A lot or a little?
The parents' guide to what's in this TV show.
What parents need to know
Parents need to know that this dark, well-made thriller/drama follows a possible abduction. Viewers see dead, bloody bodies and at least one instance of a child being blown up with explosives attached to his chest. Scenes include nearly nude characters kissing, groping, and gyrating sexually. Some characters are highly antagonistic, while others are sneaky and underhanded. Very little is as it seems, and everyone has an agenda.
What's the story?
In the glossy dramatic thriller VANISHED, the FBI searches for Sara Collins (Joanne Kelly), a Georgia senator's wife who's gone missing. As the investigation unfolds, law enforcement officials and the press discover that Sara has a secret past -- and that her disappearance may be linked to a greater conspiracy with national implications. The strong, diverse cast includes FBI agent Graham Kelton (Gale Harold), who's haunted by mistakes in his past; his determined associate Len Mei (Ming-Na); obsessed reporter Judy Nash (Rebecca Gayheart); and Detective Danny Lucas (Eddie Cibrian).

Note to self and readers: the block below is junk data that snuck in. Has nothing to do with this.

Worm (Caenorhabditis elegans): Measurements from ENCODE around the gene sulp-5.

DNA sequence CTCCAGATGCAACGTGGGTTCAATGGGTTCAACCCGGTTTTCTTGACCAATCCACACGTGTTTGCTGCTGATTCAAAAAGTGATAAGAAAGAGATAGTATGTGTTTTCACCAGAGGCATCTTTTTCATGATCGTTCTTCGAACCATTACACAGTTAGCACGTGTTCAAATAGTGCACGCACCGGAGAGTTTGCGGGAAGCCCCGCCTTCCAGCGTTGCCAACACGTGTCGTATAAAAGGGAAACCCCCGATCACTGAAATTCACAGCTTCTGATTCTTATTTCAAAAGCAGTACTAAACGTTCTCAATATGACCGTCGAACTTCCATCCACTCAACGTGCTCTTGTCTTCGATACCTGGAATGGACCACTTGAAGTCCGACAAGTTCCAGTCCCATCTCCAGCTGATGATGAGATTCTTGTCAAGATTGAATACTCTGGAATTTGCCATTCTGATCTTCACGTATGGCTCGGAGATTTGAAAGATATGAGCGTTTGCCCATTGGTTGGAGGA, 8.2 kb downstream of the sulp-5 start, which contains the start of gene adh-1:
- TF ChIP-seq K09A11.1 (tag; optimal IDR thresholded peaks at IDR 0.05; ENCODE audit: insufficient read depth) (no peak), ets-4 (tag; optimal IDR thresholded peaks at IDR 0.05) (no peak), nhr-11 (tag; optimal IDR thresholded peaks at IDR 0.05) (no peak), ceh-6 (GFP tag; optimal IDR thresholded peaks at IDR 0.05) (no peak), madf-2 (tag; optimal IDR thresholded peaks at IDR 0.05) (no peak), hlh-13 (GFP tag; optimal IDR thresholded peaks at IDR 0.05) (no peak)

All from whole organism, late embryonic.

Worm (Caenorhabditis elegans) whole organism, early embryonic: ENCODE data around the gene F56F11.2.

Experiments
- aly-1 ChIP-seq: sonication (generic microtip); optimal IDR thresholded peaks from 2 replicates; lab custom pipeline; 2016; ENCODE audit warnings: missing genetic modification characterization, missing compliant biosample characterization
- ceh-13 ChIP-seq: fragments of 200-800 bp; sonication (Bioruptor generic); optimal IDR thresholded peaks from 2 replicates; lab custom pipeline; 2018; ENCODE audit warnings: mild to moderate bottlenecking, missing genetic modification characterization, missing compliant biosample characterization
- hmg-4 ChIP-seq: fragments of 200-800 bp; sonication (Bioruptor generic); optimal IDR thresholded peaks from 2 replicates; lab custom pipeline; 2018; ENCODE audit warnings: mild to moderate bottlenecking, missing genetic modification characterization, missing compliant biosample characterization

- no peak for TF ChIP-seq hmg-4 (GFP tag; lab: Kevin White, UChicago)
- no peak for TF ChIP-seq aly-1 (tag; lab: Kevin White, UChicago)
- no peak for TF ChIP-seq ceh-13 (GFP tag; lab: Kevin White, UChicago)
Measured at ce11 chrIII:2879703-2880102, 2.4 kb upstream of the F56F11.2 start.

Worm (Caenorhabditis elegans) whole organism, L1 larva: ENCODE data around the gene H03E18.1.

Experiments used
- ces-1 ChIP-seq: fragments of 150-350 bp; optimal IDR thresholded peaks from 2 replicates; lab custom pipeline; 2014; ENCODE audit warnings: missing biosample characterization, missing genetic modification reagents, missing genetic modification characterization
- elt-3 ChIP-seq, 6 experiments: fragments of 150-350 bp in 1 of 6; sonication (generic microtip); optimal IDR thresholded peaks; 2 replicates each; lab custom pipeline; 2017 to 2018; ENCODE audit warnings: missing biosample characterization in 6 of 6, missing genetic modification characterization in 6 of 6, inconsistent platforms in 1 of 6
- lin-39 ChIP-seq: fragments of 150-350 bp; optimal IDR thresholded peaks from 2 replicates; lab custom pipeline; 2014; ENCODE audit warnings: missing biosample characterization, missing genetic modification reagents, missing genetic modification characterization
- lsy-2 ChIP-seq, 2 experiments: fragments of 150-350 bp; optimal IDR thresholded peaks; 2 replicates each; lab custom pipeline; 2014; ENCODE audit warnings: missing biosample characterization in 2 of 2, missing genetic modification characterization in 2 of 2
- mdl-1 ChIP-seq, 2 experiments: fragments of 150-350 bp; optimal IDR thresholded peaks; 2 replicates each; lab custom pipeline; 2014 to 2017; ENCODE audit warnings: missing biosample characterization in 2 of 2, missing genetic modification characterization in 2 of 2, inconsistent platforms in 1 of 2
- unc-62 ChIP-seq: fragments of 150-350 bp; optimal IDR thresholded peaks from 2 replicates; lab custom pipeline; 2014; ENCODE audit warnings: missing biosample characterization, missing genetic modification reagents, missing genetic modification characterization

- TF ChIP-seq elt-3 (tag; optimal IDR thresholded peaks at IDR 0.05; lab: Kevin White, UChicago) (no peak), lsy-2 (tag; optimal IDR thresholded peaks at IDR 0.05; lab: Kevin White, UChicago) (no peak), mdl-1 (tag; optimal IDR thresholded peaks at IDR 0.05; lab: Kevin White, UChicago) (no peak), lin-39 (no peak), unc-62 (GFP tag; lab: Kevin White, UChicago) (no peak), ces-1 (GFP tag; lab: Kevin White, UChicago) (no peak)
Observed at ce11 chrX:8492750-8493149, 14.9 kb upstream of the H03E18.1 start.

Is it any good?
With lots of characters and many possible angles for the narrative to pursue, Vanished -- like Lost and 24 -- is designed to hook viewers quickly. Just a few of the many puzzle pieces: The senator's teenaged son is hiding his relationship with his mother from his father. The senator's daughter has a shady boyfriend who may be involved in her stepmother's disappearance. A positive pregnancy test turns up in Sara Collins' bedroom. And a man from Sara's secret past returns. It's all very titillating, and with high quality acting and production, it's worth following.
Vanished's creator, Josh Berman, was formerly an executive producer of CSI, which explains some of the visual similarities between the two shows. Also like CSI, Vanished's content is adult, with highly sexual scenes and dead, bloody bodies. Some older teens may be able to handle it, but parents will probably want to preview it first.
Talk to your kids about ...
Families can talk about secrets. What kinds of things do people keep from others? How honest are family members with friends, acquaintances, and each other? Is it ever OK to keep a secret from your parents? How can revealing secrets hurt others and how can it help others -- or yourself?